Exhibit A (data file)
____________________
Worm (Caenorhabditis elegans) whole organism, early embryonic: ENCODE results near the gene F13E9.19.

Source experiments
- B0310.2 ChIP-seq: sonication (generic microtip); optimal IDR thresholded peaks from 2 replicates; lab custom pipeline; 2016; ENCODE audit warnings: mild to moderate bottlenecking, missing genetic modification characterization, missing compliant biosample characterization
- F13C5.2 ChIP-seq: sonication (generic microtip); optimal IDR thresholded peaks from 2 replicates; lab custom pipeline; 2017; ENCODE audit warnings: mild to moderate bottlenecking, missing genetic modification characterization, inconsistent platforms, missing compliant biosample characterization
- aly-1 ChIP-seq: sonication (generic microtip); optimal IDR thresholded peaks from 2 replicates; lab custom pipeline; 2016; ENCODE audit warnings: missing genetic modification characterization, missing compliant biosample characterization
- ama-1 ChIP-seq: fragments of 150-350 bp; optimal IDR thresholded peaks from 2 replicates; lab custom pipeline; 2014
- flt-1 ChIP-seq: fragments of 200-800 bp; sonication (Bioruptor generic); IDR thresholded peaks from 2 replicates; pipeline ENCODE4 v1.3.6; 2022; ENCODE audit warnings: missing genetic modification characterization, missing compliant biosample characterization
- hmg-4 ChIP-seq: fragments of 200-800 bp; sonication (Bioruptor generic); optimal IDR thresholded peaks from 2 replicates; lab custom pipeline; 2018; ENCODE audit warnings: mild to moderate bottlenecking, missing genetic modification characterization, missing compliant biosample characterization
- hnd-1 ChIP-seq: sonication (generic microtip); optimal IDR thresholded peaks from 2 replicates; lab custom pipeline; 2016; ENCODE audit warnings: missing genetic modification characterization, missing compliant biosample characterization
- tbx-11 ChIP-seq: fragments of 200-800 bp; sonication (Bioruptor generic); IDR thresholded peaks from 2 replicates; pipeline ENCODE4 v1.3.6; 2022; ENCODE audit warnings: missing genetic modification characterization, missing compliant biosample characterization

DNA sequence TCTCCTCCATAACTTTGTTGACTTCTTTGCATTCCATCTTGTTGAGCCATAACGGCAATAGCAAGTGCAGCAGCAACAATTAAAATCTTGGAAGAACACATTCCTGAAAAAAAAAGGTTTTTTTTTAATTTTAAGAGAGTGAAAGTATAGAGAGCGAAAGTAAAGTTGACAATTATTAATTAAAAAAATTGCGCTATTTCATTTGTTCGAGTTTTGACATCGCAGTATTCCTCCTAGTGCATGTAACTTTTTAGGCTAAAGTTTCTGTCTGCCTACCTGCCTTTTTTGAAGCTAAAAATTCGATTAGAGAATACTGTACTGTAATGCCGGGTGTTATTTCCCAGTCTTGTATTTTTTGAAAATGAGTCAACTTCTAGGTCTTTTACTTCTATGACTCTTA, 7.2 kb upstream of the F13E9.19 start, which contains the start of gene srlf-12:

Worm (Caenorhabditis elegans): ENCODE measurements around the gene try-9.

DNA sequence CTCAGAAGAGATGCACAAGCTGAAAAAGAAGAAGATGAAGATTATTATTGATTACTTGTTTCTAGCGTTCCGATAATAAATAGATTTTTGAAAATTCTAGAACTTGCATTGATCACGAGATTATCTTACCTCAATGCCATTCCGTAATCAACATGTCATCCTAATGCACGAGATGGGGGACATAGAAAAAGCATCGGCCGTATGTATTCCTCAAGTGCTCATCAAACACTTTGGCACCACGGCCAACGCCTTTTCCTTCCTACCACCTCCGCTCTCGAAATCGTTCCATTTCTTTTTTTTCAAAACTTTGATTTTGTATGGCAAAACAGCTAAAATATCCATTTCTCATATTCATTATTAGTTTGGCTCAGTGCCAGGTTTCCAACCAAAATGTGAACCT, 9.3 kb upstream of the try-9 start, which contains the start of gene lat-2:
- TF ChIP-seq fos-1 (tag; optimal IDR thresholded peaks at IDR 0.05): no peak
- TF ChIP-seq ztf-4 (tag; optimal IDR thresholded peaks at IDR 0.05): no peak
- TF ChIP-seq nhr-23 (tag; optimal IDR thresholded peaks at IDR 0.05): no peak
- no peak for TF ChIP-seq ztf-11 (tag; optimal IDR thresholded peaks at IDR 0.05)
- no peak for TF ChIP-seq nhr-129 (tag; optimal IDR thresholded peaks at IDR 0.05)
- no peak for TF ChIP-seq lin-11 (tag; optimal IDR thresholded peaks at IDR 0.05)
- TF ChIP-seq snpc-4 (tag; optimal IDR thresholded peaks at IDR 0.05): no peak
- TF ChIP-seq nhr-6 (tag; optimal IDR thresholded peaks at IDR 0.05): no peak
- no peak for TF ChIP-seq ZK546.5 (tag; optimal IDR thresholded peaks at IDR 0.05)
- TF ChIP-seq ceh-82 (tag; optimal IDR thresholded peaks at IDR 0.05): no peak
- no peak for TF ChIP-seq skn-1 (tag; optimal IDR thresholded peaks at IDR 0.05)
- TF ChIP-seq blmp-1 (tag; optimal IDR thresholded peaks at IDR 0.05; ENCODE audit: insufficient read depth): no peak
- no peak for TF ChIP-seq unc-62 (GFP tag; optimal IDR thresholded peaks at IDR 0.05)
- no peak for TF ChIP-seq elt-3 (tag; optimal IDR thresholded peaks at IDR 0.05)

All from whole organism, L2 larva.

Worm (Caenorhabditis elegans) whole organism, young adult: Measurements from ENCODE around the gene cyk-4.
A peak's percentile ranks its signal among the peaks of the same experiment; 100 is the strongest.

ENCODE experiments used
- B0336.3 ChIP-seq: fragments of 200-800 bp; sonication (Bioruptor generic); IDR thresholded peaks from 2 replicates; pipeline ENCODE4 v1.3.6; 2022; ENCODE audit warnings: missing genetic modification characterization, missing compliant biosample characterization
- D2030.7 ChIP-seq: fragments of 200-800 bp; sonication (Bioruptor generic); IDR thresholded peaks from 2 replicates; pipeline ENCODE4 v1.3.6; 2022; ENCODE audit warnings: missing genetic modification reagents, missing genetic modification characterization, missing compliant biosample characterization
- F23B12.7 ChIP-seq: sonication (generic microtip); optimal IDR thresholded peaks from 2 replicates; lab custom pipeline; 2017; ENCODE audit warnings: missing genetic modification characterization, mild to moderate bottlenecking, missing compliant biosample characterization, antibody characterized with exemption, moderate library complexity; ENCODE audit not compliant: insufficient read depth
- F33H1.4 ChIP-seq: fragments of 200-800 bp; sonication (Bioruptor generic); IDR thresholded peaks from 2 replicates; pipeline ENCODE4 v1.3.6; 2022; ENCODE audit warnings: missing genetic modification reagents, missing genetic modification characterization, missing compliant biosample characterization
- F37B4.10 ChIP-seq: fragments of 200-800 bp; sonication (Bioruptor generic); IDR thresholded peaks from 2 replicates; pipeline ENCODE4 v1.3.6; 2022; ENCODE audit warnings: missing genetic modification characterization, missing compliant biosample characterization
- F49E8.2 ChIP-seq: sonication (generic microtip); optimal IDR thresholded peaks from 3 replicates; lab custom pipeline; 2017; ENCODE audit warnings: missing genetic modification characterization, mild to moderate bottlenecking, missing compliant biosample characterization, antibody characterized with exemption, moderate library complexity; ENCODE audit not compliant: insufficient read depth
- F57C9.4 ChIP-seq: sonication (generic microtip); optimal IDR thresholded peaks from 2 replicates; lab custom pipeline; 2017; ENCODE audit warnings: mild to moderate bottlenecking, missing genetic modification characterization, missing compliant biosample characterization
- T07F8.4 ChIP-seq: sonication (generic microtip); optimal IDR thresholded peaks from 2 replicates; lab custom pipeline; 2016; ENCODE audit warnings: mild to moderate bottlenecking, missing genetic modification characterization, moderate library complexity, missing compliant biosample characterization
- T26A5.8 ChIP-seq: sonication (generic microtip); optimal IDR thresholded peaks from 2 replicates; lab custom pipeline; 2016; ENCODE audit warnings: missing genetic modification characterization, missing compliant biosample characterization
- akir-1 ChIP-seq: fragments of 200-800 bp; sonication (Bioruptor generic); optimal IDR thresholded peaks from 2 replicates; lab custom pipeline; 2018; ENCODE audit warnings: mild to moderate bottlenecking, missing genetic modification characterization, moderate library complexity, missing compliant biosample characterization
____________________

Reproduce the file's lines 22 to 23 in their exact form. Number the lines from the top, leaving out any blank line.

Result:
- no peak for TF ChIP-seq ZK546.5 (tag; optimal IDR thresholded peaks at IDR 0.05)
- TF ChIP-seq ceh-82 (tag; optimal IDR thresholded peaks at IDR 0.05): no peak